FOR IMMEDIATE RELEASE
CONTACT: STEPHEN SIDORAK, (860) 933-8100
EMAIL: STEPHEN.SIDORAK@CONNCAN.ORG

Hartford, Conn.—Last week, the Connecticut State Department of Education released guidelines for reopening schools, “Adapt, Advance, Achieve: Connecticut’s Plan to Learn and Grow Together.”

Included were best practices for public building use, health and safety precautions, hybrid and full-remote learning plans and how to partner with families who choose not to send their children back to school for health reasons.

While most major concerns were addressed, SDE should take additional steps to ensure students in all districts are given opportunities for success. ConnCAN, the Connecticut Coalition for Achievement Now, has offered an updated set of 2020 policy goals to bolster state and local efforts and address the concerns of families statewide.

As Connecticut continues its efforts to minimize the spread of the coronavirus, the State Department of Education plans to receive, review and accept/revise district learning plans. These steps will ensure that the state is setting clear and measurable expectations for districts, and will provide technical support, where necessary.

Connecticut’s Reopen Plan requires districts to plan for a full reopening, a hybrid model, and a full-remote model, depending on the health conditions of the state. ConnCAN supports the state’s efforts to improve individual district reopening plans.

ConnCAN Executive Director Subira Gordon said:  “Education systems must be equitable, flexible and accountable to families and the community. Districts throughout Connecticut should be required to develop high-quality learning plans that ensure students will continue learning if schools are either closed or school environments look differently due to social distancing policies.”

Gordon added:  “The “digital divide” is one of the most glaring examples of inequity in Connecticut’s education system. Students in high-resource districts have 1:1 technology access, while students from low-income communities do not. While CSDE’s Reopen Plan addresses technology access as an equity issue, it does not offer actionable solutions for districts to get to a 1:1 student to device ratio.”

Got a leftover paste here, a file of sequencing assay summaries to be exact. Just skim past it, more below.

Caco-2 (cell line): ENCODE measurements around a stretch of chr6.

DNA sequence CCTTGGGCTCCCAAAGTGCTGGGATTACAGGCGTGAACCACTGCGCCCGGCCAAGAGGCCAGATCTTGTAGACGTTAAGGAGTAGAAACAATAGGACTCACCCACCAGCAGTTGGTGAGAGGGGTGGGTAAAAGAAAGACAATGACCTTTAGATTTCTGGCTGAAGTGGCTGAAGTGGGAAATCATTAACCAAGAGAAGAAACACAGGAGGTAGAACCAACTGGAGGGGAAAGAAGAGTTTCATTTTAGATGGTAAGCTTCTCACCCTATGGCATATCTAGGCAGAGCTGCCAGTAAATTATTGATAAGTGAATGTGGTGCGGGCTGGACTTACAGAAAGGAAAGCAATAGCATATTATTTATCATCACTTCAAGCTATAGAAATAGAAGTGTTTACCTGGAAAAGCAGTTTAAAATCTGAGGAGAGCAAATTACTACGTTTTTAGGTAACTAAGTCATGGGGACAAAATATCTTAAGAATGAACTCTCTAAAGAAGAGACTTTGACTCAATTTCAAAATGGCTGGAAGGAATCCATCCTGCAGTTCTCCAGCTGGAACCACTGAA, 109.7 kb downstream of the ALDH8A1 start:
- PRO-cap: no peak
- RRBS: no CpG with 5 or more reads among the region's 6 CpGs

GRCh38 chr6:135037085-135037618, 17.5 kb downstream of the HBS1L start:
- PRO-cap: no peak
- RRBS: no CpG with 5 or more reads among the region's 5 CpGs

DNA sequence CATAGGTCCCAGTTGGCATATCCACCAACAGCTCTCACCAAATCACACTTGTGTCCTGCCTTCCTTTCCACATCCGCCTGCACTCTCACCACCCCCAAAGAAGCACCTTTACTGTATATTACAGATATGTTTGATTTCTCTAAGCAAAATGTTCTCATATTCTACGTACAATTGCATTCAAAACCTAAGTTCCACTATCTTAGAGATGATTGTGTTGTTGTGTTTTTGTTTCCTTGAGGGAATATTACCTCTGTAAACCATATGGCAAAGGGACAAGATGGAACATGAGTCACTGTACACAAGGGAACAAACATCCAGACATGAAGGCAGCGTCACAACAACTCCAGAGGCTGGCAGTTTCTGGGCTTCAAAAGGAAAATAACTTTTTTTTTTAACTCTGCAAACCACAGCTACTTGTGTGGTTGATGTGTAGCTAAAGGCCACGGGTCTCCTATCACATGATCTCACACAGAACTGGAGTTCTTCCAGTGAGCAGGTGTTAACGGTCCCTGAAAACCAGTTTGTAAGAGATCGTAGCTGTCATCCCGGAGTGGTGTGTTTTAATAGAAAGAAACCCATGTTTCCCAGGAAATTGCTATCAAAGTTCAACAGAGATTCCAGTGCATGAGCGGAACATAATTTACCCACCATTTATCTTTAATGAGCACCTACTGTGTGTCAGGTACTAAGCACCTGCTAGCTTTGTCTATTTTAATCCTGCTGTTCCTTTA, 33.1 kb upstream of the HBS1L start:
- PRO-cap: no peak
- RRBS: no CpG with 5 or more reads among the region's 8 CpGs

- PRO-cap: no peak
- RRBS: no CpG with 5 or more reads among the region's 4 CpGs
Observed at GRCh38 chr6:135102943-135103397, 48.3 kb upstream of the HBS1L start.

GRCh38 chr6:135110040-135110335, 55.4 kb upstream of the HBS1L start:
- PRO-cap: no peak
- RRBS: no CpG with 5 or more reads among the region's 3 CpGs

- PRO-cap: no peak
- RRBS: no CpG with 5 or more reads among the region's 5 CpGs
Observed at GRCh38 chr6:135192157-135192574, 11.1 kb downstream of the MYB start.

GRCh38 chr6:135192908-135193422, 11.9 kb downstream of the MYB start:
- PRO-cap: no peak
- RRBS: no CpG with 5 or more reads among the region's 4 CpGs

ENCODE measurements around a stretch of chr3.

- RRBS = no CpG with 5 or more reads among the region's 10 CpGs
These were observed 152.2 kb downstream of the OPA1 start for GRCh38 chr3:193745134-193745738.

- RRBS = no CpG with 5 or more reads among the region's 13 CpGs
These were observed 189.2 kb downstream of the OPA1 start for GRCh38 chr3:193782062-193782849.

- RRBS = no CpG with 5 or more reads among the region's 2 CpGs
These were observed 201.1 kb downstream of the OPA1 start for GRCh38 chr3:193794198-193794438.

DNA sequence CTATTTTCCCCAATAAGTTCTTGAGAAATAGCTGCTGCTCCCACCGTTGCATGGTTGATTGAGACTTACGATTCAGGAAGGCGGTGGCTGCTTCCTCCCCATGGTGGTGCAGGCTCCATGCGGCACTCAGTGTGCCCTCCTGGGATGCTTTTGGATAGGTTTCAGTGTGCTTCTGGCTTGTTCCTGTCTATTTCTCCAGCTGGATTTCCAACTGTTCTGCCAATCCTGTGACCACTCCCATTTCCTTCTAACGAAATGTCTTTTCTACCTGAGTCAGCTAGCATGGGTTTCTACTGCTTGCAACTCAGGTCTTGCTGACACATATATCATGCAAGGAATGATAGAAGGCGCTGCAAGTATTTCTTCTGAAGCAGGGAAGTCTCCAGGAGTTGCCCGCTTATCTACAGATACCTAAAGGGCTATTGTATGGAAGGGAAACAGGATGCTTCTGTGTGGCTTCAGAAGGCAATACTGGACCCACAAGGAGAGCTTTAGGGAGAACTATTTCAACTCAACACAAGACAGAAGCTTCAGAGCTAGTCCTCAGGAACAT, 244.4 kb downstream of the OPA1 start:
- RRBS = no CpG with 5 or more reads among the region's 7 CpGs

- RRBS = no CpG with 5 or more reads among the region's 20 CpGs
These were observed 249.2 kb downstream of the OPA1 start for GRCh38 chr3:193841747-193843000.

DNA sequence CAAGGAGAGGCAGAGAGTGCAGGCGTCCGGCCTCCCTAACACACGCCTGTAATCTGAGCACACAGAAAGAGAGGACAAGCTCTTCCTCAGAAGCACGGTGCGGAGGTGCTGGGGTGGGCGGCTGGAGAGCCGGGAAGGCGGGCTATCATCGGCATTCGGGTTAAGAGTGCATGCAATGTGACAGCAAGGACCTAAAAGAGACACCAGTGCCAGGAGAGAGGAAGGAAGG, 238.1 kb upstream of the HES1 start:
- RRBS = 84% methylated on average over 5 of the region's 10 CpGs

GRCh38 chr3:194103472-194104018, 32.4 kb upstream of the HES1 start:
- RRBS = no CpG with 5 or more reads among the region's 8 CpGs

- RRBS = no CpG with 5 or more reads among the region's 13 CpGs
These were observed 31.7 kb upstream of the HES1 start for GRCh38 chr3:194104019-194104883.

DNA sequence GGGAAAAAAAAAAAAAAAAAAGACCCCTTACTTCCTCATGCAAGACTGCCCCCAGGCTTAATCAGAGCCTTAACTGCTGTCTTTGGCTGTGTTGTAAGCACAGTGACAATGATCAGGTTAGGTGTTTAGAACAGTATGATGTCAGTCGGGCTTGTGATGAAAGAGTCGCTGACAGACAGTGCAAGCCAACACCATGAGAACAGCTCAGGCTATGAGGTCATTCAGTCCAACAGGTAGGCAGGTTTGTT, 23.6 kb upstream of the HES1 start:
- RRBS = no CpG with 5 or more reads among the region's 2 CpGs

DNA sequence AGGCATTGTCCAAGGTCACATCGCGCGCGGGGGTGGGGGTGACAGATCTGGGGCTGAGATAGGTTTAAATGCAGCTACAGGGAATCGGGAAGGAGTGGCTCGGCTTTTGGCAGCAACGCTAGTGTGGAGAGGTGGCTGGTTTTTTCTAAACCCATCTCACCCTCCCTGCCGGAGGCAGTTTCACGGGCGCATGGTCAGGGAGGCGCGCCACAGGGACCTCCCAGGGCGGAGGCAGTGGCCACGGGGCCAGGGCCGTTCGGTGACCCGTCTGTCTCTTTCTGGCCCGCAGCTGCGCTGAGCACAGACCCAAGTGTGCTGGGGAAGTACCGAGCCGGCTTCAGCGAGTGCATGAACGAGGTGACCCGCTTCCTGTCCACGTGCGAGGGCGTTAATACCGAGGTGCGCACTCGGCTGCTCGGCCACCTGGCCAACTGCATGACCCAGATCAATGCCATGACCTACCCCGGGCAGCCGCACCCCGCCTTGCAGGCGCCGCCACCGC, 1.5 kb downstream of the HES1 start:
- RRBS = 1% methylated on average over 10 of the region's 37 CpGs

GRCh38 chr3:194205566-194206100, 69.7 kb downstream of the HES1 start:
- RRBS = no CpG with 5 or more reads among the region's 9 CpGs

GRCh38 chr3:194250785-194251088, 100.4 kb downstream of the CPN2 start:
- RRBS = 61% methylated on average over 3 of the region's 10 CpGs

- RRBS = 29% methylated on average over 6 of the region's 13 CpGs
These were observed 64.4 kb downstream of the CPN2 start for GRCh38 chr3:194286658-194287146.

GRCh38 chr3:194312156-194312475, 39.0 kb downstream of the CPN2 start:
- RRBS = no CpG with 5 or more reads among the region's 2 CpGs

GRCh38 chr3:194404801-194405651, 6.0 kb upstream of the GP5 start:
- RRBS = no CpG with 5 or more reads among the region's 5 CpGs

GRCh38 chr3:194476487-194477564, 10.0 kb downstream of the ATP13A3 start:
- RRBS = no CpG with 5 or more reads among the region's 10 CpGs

ConnCAN believes that many of the remote and hybrid learning plans are impossible without technology for all students and that Connecticut must rapidly expand its support for statewide 1:1 technology access prior to the start of the 2020-21 school year.

Gordon added:  “Without 1:1 technology access, students in high need, low-resource areas will have the illusion of choice, but will, in reality, have limited opportunities to learn outside of the school building.”

From April to June, ConnCAN surveyed 180 families across Connecticut to learn how districts responded to the governor’s executive orders to close schools. Survey respondents were largely satisfied with their district’s overall response, communication and availability of resources. 

However, 8% of students reported not having a computer for distance learning and 17% reported using a shared one. The digital divide in Connecticut’s urban centers tends to be much greater. In Stamford, for example, 41% of students reported not having a computer and 16% reported that they use a shared one. The full results of ConnCAN’s distance learning survey can be found here.

Gordon said:  “As districts plan to reopen schools, we would be wise to address the racial disparities that existed prior to COVID-19 including student engagement, food security and grade-level readiness. During the first half of 2020, student engagement in some Connecticut urban centers was below 30%. Families must know where their children are in terms of readiness and how learning will look this year so they may plan accordingly.”

Based on Connecticut’s SBAC scores released in 2019, it would take 70 years to close the English Language Arts gap between White and Black students and 30 years to close that gap between White and Latino students. Gaps in math scores between White students and students of color are actually increasing, meaning that Connecticut’s education system is becoming less equitable.

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About ConnCAN:  ConnCAN is leading a movement to improve education outcomes for Connecticut’s kids. We bring advocates, policymakers, parents and educators together to change the system and give all kids access to the great public schools they deserve. Learn more at conncan.org.

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